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Laura Cantrell Taps Old Friends To Cultivate New Roses

Liz Tormes

The 2020 lockdown of the music business interrupted artists at different phases and in different ways. For Laura Cantrell, it was less career momentum killer and more party pooper.

The New York-based alt-country veteran has never been in a hurry to rush albums out, but that fateful March, she was finalizing plans to fundraise for and produce her first new release since 2014. She had in mind a celebration of twenty years since her debut release Not The Tremblin’ Kind from 2000. Instead of booking a block of time with one band in one place, she’d move around, visiting places and collaborators from her two decades as a critically acclaimed songwriter.

In the end, that vision was deferred but not defeated, and a week after Cantrell appears at WMOT’s Roots On The River, she’ll release Just Like A Rose - The Anniversary Sessions. That it’s a 23rd anniversary and not a nice round 20th makes no difference, because the music is unsurprisingly superb.

“I could be accused of being careful sometimes,” says Cantrell over a Zoom link from her home in New York when asked about her, ahem, deliberate tempo of releasing albums. And while we’re all tired of talking about the pandemic’s upheaval, it did weigh on her freedom to execute what she intended. “It didn't feel like time to knuckle down and ‘make my masterpiece,’ necessarily. It felt more weighty, like wait, what is going on in the world? So even though I had more time on my hands, it took more time to sort out what it all meant, and what my place in it was. And when I felt the urge to make music, that felt good.”

Like A Rose, arriving June 9, does feel good as it draws from 1960s pop, old mountain textures, Bakersfield reverb, and the New York rumble that’s been Cantrell’s background noise since the 80s, when she moved there from her hometown, Nashville, of all places. It also draws on a variety of producers, co-writers and musicians, as she planned, including Buddy Miller, Paul Burch and Fats Kaplin. Opener “Push The Swing” is a sprightly song about relationship roles propelled by Telecaster and organ. “Bide My Time” floats on wings of pedal steel and mandolin.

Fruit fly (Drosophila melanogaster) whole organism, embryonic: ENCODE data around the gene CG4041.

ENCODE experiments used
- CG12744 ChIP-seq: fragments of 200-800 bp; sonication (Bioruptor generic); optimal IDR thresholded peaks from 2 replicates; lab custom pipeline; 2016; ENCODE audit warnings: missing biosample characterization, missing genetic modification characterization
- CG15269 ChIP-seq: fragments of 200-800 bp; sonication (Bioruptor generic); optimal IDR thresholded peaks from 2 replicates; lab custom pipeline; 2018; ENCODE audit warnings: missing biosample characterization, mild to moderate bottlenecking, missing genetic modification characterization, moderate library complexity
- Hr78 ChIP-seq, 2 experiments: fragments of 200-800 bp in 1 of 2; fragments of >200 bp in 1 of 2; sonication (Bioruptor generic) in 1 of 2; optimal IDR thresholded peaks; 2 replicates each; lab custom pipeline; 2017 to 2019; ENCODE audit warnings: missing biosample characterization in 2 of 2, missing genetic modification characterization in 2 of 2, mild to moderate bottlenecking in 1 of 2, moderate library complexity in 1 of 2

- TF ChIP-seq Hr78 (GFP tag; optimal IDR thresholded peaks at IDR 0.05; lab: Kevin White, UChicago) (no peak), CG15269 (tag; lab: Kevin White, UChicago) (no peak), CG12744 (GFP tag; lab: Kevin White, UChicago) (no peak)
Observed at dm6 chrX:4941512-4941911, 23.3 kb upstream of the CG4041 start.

We’ve been playing the rose songs on WMOT. “When The Roses Bloom Again” is a Celtic tinged folk ballad reworked by Jeff Tweedy and sung here with Steve Earle. The title track “Like A Rose” is all about Austin heroine Rosie Flores, who is the subject of the song, a guitar player on the song, and the producer of the record. The mutual affection is palpable.

There’s a lot more, including the most politically provocative song Cantrell has ever released to close out the project, and I’ll just let you wait to hear it and guess what outrageous behavior by which so-called leaders prompted “AWM - Bless” to be the album’s closer. I’d also recommend “I’m Gonna Miss This Town,” a song about time and change and distance that feels natural for a native Nashvillian who comes home sometimes to an unrecognizable place. Binding it together is Cantrell’s plaintive and pure voice, which may not be for everyone, but we who love it can’t get enough.

It started as I said in 2000, when Not The Tremblin’ Kind arrived in our mailboxes (real mailboxes!) like a dream for the new millennium. With the alternative country movement in full swing and the Americana idea ascendant, there were retro revivalists and edgy modernists, and Laura Cantrell deftly split the difference. Her plainspoken tone and striking sense of melody recalled the appeal of Kitty Wells, an artist she loved enough to create a whole tribute around her. Yet her circles included visionaries like Lambchop founder Kurt Wagner and insurgent country singer Robbie Fulks, not to mention her husband Jeremy Tepper, founder of trucker-centric indie label Diesel Only Records. Her homespun modernism made a lot of influential fans, including the late BBC DJ John Peel who established her in Europe.

Marvelous recordings followed over the years, even if they weren’t frequent. But Cantrell’s life was more diverse than many musicians who live for the road and studio. She’s long been a cherished voice on New York area alternative radio and SiriusXM, where today she hosts Dark Horse Radio, a show about the legacy of George Harrison. And she takes on projects, like her current States of Country, surveying all 50 states’ history with the genre, offered as live shows and as radio episodes. She’s almost halfway through.

“I've had to juggle all of those things, being a mom and a working musician,” she says. “And at some points, I knew I'm not going to really be traveling much at all. So I'm gonna go back to work for a while (corporate recruiting) and do that and have that help sustain my family and our home and everything while I figure out what the next window is when I'll be that other person and wear that other hat.”

That’s the Laura Cantrell who takes the stage at 1 pm on Saturday. We’ll be there to throw roses at the stage.

Craig Havighurst is WMOT's editorial director and host of The String, a weekly interview show airing Mondays at 8 pm, repeating Sundays at 7 am. He also co-hosts The Old Fashioned on Saturdays at 9 am and Tuesdays at 8 pm. Threads and Instagram: @chavighurst. Email: craig@wmot.org